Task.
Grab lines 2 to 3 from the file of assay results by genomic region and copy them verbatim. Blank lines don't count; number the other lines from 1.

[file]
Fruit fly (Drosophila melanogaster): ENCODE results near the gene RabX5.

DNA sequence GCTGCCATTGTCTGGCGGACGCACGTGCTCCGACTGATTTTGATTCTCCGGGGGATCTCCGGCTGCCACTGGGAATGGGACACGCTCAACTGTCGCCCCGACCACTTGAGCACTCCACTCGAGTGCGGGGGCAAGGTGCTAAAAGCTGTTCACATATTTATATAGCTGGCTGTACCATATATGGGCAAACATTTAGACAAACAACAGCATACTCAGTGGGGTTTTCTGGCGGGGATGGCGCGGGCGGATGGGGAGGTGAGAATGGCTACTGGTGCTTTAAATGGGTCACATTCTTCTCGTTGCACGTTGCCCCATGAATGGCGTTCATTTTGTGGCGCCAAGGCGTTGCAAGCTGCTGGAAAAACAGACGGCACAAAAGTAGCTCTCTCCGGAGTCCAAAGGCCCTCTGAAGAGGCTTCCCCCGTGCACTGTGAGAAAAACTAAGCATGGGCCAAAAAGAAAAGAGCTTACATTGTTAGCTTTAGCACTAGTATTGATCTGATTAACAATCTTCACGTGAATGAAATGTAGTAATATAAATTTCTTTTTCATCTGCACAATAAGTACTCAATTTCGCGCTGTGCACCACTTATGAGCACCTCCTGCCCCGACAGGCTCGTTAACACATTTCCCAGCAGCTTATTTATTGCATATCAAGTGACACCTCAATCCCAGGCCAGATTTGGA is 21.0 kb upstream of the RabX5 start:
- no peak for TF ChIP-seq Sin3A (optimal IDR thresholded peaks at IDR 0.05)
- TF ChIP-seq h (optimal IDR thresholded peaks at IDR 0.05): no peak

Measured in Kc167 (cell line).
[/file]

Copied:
DNA sequence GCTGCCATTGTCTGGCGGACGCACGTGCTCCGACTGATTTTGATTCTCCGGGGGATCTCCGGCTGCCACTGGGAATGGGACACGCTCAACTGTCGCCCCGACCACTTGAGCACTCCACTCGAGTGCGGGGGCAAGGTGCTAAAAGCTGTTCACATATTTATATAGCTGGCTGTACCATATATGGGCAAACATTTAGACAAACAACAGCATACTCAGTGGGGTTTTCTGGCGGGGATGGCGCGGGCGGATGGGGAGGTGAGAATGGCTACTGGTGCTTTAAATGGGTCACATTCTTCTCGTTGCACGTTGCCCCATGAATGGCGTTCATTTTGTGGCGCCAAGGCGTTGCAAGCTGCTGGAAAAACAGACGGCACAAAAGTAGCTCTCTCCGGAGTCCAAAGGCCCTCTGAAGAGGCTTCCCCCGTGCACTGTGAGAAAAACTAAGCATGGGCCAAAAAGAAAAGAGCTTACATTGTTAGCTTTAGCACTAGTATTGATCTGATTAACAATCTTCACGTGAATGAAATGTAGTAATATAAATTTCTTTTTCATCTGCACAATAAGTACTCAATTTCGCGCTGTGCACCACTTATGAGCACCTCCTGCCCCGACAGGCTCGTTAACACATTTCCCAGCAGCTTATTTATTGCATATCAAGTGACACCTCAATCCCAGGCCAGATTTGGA is 21.0 kb upstream of the RabX5 start:
- no peak for TF ChIP-seq Sin3A (optimal IDR thresholded peaks at IDR 0.05)